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Emily King
Manager, Woolgrower Education & Capacity Building
ARTICLES >> Livestock Articles

PSM unveils new world of possibilities

Posted by Bestprac on Jan 23 2012

A step into the world of high-tech livestock identification and weighing is opening up a realm of new opportunities to drive sheep production for NSW Central West farmers, Ray and Belinda Haigh.
Provided by Sheep CRC


The decision to invest in Precision Sheep Management (PSM) and use electronic RFID tags has worked so well that Ray says that it paid for itself in two years, and it’s now a case of exploring what other benefits it can bring.

“In 2005, we started seriously looking at what we needed
to do to keep ahead of the cost-price squeeze – the cost of Merino ewes, inputs and operating expenses was rising rapidly. Things could not stay the way they were!

“We also decided to go hard on reproduction - it is the
single most important factor for our profitability, and there
is so much that can be done to increase outputs and reduce costs.

“We also decided that we needed to farm with more precision. In a previous job, I had learnt that if you wanted to be able to improve something, you had to be able to measure it.”

The sheep enterprise on the 2,000 hectare “Macquarie View” via Trangie was a conventional first cross breeding operation, running 2,000+ Merino ewes joined to Border Leicester rams. Some breeding cattle and dryland crops round-out the business.

Ray says from the range of options available it was clear that the Precision Sheep Management (PSM) system - electronic RFID tags, electronic tag reading and computerised record management, an auto-drafter and weighing unit – was the way to go.

“The concept of precision management is not really new in agriculture, it’s been around in cropping for quite a time. The same principles apply, it’s just that with sheep we are using it to better manage the individuals, rather than the mob.

“Besides, I’m red/green colour blind, so picking the difference between faded colour ear-tags in a dusty yard is a bit of an issue!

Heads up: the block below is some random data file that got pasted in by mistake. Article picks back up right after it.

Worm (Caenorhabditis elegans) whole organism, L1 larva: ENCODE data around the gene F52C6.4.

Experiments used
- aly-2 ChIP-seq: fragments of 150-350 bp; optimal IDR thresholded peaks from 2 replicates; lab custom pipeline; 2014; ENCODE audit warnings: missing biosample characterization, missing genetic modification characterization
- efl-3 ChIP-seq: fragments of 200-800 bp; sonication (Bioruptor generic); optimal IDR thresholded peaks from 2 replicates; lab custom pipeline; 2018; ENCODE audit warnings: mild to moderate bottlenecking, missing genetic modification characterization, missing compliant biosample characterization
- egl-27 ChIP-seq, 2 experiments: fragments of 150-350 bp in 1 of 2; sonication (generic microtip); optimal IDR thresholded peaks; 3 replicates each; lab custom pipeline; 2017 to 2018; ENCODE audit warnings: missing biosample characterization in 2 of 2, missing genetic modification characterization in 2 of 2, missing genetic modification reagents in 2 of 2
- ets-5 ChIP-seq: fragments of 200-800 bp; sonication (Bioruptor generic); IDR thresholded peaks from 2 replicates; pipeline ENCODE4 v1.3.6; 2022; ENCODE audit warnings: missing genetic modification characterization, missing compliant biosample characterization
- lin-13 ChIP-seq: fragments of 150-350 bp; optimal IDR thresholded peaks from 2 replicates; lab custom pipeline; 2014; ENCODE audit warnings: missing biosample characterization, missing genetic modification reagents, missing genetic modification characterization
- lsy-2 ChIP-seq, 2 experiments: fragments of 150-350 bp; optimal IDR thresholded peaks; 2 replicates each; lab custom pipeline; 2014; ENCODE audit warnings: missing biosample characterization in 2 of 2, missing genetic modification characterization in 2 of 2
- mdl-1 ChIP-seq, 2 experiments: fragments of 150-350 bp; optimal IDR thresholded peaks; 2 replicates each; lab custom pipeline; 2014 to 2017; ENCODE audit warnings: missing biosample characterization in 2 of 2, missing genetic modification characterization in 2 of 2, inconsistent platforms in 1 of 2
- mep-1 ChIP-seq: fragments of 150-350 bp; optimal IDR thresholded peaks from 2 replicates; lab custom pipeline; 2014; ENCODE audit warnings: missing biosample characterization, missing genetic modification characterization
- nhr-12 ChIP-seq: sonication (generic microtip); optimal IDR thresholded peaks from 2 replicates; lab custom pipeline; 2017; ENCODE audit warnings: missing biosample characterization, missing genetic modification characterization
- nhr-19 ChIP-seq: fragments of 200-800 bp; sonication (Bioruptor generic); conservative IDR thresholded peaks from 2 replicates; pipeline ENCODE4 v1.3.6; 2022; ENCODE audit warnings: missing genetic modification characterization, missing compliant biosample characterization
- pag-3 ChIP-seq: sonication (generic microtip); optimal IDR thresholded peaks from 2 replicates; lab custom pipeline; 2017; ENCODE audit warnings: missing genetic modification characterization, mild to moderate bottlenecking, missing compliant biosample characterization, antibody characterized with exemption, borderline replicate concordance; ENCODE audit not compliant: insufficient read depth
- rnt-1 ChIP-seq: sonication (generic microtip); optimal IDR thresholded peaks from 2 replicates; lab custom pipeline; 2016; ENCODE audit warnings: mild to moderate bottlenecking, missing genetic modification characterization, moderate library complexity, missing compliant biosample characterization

“All ewes and lambs now have RFID tags, which can be re-used up to 5 times depending on how they are treated. We’ve moved to start breeding some of our own replacement ewes, as well as keep older ewes on.”

Ray says animal age is no longer a dominating factor in the operation – ewes are not put on a truck anymore simply because they’ve turned 5. They are sold or kept on the basis of how they contribute to farm profit.

“We have some 8-year olds here now, and we might even keep some on for another year yet if they lamb-down well.”

The current breeding program on “Macquarie View” sees about 25% of the ewes joined to Merinos and the rest to Borders.

With the PSM system, the Haigh’s now:

  • weigh every animal regularly and quickly (up to 450/hour)
  • record key features, eg breed, sex, origin, birth year, frame and condition score, fly strike, mouth and udder soundness, and wool characteristics
  • record pregnancy scanning results
  • mix animals together for management and trials, and re-sort on any recorded characteristic as required

“The sheep get used to the auto-drafter, they learn quickly - especially when mums lead their lambs through for the first few times.

“Collecting data for the last three years has allowed us to measure key traits, which we use to evaluate management decisions and increase our selection pressure.

“For instance, we are completely confident that the culled ewes are the ones that make the least dollars.”

The Haigh’s also run a small autumn lambing group. The ewes that do not get into lamb for the spring lambing are ‘rolled over’ into the autumn lambing group for joining, and vice versa. If they fail to get into lamb at the second joining, they’re off to market. The RFID tags make it easy to track these individuals without having to isolate them into a separate group. Given the current cost of replacement ewes and good wool prices, it’s possible to give them two chances in 12 months.

“Our ewe breeding flock is divided into their pregnancy management groups at crutching time rather than at scanning time. This gives us ample time after scanning to analyse the data and decide how we will set up the groups according to what pasture and supplementary feed they need.”

Ray says the more PSM is used, the more ways he is finding it can be used to improve the business.

$ benefits

The Haigh’s were achieving 90-95% lambs weaned per ewe joined and are now aiming for 115%.

“PSM helped us to produce an extra 25 lambs (2%) in the first year and 50 lambs (4%) in the second year, which is an extra $7,500 to the bottom line. One of the extra benefits is the ability to check that every ewe is at optimal condition score across the breeding year.”

Ray says lamb weighing is now undertaken far more regularly, and easily.

“We have almost halved the labour and time spent on sheep management. We save on money and stress, and the regular weighing gives us more information to make better feeding and marketing decisions. We think there is near a $5 per lamb advantage over using our old system.

Ray adds that PSM is not something for those looking for an instant solution.

“If people don’t know how they’re going to use all the data, then there’s probably little point in investing in the PSM gear. It requires planning and commitment.”

The Sheep CRC offers on-line based information and training programs to introduce people to PSM, and outline the benefits.

Last changed: Jan 23 2012



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